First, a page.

Freedom is ephemeral

Statue of former US President Thomas Jefferson, of whom the author of the column recalls his phrase: “Yes, we have produced an almost perfect republic. But will it stick? Or will freedom be forgotten with the enjoyment of abundance? Material abundance without temper is the surest path to destruction ”(Reuters)

In his book On Tyranny, Timothy Snyder quotes the hero of a novel that states “When you make love for the last time, you don’t know that you are making love for the last time”. Freedom is something like that, and when we enjoy freedom for the last time, we rarely realize that it is for the last time. Freedom is ephemeral.

We need the freedom to act according to our rational judgment. If we are not able to act according to our judgment, we will not be able to live fully as human beings.. During the Peloponnesian War, Pericles He reminded us with a wonderful oratory in defense of democratic values. He exhorted the Athenians to fight for their freedom reminding his compatriots that “… Happiness depends on being free, and freedom depends on being brave”.

Today we can examine the fleeting nature of freedom with the help of reports such as the Index of Human Freedom (HFI), elaborated by the Cato Foundation. In its sixth annual report, this index uses 76 indicators of personal and economic freedoms that cover, among other topics: the rule of law, security and protection, freedom of movement, religion and association.

The HFI is an index that covers 162 countries with 94% of the world’s population. It measures freedom on a scale from 0 to 10, where 10 represents the maximum of freedom. In 2018, the average freedom index in the world was 6.93, and represents a slight decrease compared to 2008, the reference year. The freedom gap between the freest and the least free countries has widened since 2008.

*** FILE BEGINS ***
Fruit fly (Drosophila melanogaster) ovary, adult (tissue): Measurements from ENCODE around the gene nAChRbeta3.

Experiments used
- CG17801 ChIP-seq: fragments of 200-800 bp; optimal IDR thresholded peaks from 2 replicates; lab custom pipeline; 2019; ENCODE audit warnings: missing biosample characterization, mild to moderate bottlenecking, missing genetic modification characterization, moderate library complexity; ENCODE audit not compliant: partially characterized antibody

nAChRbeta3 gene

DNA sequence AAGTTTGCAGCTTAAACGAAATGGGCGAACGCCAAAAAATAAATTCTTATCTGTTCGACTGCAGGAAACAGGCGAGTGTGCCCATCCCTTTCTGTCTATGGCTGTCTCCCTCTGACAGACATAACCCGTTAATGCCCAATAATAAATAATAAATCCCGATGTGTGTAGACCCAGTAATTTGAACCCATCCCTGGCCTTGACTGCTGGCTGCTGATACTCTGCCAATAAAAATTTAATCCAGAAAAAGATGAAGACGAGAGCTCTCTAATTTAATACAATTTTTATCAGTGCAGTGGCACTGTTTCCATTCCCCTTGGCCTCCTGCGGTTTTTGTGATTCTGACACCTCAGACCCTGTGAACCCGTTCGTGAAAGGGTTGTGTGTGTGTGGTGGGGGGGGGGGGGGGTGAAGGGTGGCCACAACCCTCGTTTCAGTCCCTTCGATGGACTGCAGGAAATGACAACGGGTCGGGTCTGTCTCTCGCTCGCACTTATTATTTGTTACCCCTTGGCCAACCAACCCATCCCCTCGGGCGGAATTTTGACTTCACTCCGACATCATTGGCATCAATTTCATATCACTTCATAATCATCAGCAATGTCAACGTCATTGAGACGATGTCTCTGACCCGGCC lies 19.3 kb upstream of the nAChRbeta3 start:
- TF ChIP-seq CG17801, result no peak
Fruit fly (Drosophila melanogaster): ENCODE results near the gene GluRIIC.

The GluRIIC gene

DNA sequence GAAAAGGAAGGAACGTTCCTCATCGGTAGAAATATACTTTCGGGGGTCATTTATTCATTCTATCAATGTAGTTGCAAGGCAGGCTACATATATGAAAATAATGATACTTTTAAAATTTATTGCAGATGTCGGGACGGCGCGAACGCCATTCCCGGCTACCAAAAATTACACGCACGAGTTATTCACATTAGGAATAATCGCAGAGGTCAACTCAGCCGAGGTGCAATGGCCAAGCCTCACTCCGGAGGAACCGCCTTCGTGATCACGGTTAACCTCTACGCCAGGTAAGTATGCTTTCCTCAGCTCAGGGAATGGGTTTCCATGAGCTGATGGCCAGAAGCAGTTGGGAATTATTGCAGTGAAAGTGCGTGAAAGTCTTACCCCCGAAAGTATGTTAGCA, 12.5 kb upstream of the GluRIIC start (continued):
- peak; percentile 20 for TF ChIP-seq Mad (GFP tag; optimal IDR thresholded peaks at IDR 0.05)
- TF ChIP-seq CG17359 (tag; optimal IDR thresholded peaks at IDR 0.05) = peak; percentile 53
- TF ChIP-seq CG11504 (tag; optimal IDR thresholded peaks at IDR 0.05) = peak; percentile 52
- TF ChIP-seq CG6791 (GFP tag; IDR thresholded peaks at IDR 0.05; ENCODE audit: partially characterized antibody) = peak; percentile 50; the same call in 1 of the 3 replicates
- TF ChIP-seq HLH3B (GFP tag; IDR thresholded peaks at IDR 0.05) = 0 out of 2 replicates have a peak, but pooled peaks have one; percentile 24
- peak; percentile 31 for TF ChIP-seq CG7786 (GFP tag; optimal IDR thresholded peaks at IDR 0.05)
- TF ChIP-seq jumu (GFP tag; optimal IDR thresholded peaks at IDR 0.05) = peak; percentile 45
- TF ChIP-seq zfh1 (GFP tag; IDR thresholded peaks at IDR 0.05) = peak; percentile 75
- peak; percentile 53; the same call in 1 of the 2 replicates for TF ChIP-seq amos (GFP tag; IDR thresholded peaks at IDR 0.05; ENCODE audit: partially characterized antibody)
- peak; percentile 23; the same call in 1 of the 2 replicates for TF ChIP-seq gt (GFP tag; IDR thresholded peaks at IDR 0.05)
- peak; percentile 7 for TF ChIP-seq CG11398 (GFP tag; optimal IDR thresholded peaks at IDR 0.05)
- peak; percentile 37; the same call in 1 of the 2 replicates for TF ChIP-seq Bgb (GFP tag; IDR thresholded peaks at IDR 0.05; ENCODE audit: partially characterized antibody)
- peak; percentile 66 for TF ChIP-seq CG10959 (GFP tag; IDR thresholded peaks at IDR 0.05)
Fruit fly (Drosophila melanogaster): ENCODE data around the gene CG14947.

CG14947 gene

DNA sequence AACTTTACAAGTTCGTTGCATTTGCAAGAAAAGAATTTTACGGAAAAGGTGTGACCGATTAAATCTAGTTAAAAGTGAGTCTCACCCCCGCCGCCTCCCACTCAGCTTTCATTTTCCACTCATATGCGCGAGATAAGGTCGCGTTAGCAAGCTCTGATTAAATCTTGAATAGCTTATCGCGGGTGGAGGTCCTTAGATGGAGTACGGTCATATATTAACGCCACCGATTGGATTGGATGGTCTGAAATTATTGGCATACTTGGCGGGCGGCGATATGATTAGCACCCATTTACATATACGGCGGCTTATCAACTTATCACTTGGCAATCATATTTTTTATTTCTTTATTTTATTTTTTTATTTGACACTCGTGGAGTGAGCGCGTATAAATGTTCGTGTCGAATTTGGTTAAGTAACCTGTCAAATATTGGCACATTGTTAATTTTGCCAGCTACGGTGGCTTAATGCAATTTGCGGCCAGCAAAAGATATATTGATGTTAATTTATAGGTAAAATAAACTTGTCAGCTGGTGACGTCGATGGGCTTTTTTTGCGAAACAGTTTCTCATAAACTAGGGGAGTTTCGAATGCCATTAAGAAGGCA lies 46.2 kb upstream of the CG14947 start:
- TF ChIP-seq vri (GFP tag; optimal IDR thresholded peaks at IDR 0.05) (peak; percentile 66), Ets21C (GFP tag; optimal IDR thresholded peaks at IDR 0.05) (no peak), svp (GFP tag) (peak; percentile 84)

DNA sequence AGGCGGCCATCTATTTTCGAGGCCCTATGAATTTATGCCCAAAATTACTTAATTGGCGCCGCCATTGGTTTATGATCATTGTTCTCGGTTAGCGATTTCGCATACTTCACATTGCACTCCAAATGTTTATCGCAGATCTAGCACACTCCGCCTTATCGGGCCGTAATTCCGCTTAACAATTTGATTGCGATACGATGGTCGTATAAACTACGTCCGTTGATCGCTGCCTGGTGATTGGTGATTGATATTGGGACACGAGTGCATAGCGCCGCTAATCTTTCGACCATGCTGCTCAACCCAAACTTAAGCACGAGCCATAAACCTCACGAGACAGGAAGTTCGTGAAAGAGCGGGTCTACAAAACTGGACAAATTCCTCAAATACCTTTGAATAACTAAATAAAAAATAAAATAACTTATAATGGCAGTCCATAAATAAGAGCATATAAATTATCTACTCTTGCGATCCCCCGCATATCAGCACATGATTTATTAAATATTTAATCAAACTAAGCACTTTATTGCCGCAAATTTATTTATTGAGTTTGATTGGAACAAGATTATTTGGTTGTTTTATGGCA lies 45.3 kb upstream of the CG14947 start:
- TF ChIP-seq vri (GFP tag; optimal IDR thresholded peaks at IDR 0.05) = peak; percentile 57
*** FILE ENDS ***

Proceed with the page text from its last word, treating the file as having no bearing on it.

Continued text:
The countries that top the freedom index are New Zealand and Switzerland, while Sudan and the Syrian Arab Republic they are at the bottom of the freedom index. state United and the United Kingdom are tied for 17th place. To my readers from the south of the Florida, Cuba it does not provide adequate information to participate in the index, but we can predict that it would be near the bottom. Venezuela He is third from the bottom, ranked 160.

The report shows that the most free countries enjoy a significantly higher average per capita income of $ 50,340 per year, compared to the income of the least free countries of 7,720. Evidence that economic and civil liberties interact with each other, and that they play a prominent role in our well-being.

Alexander Fraser Tytler, Scottish historian and professor of Universal History at the University of Edinburgh at the end of the 18th century, he spoke on the transience of freedom. Tytler expressed a critical vision of democracy. He is credited with this famous quote: Democracy is temporary by nature; it simply cannot exist as a permanent form of government. A democracy will continue to exist until such time as voters discover that they can vote, for themselves, generous gifts from the public treasury. From that moment on, the majority will always vote for the candidates who promise the most benefits acquired from the public purse, with the result that every democracy will eventually collapse due to its lax fiscal policy and is always followed by a dictatorship.

Since the beginning of history, the average length of time that the world’s greatest civilizations have lasted has been about 200 years. During those 200 years, those nations went through the following sequence: from slavery to spiritual faith; from spiritual faith to great courage; from courage to freedom; from freedom to abundance; from abundance to selfishness; from selfishness to complacency; from complacency to apathy; from apathy to dependency; from dependency to slavery.

Aware of the fragility of freedom, Thomas Jefferson coincided with Tytler: “Yes, we have produced an almost perfect republic. But will it stick? Or will freedom be forgotten with the enjoyment of abundance? Material abundance without temper is the surest path to destruction”.

Today, in our uncritical enjoyment of abundance, we should ask ourselves: Are we enjoying our freedoms for the last time?

* José Azel is an academic at the University of Miami. His latest book is “Reflections on Freedom.”

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